There aren’t any definitive combination lists for tarot or playing card tarot. There are just too many possibilities. Interpretations are on a scale from negative to positive, or minor to major, or trivial to important, and it’s your skill and intuition that will home in on the most appropriate for your reading. For example, the Nine of Spades can indicate a single night of lost sleep, or it might point at severe anxiety and mental health issues. Context is everything.

Playing Card Combination Exercises

  • Write or type out a basic list of the card interpretations. You can find them here: List of Playing Card Tarot Meanings. You don’t have to memorize them, but it’s a good idea to get a good hold on them if you intend to be a confident reader.
  • Do one two-card reading every day for a week. The readings can be for yourself, for someone else, or for a news story. Review them after 24 hours.
  • Keep notes in your journal. Only by practicing can you become familiar with the cards and their messages. And remember, what you feel about them, is invariably correct.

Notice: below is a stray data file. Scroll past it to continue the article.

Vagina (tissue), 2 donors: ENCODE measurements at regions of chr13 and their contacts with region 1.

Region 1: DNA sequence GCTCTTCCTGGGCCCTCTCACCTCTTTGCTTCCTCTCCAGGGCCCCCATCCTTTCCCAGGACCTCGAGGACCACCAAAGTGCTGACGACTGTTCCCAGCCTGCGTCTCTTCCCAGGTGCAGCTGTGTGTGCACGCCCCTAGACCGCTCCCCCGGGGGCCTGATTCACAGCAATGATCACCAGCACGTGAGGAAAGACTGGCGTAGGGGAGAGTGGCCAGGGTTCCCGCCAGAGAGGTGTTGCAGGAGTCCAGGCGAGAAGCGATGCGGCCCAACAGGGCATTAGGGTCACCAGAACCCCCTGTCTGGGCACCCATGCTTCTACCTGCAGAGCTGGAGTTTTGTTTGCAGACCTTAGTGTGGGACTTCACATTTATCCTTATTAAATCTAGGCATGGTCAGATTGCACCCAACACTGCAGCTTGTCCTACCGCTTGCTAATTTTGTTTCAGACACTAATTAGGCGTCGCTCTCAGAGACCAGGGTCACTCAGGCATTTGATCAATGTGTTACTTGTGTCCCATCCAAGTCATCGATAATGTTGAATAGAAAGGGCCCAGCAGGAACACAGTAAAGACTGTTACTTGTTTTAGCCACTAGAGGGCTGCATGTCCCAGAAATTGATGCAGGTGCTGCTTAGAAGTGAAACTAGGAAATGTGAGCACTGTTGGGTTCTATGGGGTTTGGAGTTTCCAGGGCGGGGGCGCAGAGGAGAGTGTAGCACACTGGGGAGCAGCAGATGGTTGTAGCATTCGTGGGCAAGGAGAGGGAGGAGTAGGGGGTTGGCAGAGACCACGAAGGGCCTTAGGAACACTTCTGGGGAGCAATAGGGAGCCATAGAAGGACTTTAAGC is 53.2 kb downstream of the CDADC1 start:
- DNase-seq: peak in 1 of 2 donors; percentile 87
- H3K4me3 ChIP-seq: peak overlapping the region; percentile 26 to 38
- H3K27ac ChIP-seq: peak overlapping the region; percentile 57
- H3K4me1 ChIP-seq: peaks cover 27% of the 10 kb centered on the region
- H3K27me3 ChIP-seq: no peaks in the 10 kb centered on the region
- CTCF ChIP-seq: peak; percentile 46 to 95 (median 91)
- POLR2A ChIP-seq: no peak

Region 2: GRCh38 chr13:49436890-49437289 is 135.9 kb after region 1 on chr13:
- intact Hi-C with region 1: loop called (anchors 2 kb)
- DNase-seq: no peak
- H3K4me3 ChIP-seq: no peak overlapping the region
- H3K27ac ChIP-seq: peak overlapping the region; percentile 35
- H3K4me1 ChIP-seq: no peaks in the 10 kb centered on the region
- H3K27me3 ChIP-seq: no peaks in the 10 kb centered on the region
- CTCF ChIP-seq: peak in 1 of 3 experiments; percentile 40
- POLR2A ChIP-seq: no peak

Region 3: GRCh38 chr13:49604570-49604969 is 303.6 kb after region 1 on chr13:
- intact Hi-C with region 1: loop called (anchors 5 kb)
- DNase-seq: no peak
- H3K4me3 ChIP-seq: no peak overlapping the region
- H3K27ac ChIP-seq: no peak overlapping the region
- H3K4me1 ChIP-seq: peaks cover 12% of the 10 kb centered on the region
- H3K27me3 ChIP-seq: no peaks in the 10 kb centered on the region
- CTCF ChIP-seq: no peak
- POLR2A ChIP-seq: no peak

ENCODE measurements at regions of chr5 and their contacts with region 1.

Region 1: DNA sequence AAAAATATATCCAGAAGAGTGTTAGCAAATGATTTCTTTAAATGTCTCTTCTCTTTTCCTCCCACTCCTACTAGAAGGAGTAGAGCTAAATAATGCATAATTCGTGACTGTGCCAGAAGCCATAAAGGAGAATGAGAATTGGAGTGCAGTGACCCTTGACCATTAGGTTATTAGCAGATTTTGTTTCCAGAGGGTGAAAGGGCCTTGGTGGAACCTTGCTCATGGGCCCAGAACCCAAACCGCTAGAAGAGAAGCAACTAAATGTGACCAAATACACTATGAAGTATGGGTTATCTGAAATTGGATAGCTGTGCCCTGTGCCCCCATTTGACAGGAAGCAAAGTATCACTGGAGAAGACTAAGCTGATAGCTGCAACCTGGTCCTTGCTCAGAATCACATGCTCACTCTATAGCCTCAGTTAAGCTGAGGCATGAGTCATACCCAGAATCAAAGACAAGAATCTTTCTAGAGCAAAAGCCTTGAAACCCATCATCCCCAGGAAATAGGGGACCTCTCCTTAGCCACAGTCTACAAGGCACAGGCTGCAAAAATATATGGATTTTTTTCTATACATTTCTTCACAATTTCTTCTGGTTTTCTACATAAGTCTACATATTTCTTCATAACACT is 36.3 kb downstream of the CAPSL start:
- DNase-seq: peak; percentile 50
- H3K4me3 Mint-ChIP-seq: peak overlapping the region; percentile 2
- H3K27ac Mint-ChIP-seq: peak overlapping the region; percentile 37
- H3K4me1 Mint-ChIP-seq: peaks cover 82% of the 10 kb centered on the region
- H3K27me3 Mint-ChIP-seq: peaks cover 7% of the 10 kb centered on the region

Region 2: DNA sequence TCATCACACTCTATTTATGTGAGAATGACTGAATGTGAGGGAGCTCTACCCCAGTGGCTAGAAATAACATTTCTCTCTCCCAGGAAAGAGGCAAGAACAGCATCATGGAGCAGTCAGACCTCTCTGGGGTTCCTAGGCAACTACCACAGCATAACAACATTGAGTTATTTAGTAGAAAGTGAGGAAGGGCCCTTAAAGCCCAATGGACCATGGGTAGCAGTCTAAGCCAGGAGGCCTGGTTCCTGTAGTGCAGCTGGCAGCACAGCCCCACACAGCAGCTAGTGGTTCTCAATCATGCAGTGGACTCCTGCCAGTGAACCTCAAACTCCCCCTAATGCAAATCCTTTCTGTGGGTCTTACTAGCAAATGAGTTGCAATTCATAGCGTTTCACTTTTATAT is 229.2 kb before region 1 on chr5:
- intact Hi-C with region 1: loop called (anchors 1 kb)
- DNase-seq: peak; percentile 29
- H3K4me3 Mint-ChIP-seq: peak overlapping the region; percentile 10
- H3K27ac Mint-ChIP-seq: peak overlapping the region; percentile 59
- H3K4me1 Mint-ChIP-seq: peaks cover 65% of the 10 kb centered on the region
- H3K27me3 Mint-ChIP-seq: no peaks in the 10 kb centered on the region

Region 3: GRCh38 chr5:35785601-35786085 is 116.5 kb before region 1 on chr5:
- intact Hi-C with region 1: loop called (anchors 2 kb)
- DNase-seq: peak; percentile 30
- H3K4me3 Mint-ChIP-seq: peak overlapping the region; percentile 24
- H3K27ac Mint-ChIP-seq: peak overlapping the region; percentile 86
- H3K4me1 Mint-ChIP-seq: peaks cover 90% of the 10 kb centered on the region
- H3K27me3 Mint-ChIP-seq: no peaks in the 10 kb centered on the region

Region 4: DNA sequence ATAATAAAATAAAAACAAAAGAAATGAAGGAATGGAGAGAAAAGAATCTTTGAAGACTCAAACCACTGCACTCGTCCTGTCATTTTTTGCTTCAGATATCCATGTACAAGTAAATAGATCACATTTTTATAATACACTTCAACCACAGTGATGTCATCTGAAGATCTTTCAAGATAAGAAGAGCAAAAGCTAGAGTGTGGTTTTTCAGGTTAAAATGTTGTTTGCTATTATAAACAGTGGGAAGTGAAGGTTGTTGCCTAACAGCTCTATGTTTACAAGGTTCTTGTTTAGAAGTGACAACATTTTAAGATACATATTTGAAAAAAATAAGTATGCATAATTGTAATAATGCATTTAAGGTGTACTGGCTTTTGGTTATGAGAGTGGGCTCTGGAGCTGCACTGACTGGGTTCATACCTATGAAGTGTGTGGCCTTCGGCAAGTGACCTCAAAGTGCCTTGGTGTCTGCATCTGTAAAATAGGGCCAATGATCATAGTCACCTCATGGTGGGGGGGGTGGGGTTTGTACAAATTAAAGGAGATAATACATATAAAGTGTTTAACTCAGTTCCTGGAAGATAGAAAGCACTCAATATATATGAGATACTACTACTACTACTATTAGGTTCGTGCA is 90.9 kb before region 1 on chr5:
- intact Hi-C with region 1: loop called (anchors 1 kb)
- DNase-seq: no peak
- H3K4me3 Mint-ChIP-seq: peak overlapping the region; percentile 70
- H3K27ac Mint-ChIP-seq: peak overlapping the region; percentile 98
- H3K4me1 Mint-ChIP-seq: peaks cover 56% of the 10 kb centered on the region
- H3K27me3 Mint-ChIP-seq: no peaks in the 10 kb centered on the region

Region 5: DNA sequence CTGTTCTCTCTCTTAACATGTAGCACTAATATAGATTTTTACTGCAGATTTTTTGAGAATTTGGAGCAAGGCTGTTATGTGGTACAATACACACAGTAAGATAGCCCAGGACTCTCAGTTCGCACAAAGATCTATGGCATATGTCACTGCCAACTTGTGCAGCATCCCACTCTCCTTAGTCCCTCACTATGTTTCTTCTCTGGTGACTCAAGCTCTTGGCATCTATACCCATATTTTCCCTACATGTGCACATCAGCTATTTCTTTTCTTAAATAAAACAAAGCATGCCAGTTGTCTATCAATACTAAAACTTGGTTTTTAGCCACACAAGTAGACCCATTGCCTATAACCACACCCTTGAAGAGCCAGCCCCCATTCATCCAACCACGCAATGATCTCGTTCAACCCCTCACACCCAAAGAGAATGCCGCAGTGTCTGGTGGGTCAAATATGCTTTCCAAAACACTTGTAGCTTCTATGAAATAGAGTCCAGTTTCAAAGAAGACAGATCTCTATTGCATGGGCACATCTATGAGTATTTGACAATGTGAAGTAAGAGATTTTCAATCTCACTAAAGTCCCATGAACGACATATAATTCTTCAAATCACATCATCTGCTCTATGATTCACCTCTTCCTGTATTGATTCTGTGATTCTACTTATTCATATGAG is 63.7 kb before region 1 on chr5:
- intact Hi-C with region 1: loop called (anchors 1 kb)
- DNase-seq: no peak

Have fun!

This article is accurate and true to the best of the author’s knowledge. Content is for informational or entertainment purposes only and does not substitute for personal counsel or professional advice in business, financial, legal, or technical matters.

© 2020 Bev G

Comments

Bev G (author) from Wales, UK on September 30, 2020:

You can do both, Eric. I have lots of articles about beginning tarot reading. I recommend you get yourself a good book if you are really interested.

Eric Caunca from Maharlika on September 29, 2020:

What if I learn tarot reading, can I read my own tarot card or it's just for other people? Does a DIY tarot card work?

Bev G (author) from Wales, UK on September 29, 2020:

Hi Eric, all my readings are done remotely :) Go to tarot-study.info for a free reading.

Bev G (author) from Wales, UK on September 29, 2020:

Thank you Liliane.

Eric Caunca from Maharlika on September 29, 2020:

Can you read tarot card for a person who is very remote from you?

Liliane Najm from Toronto, Canada on September 29, 2020:

I think that you have a gift in making difficult topics easy to understand.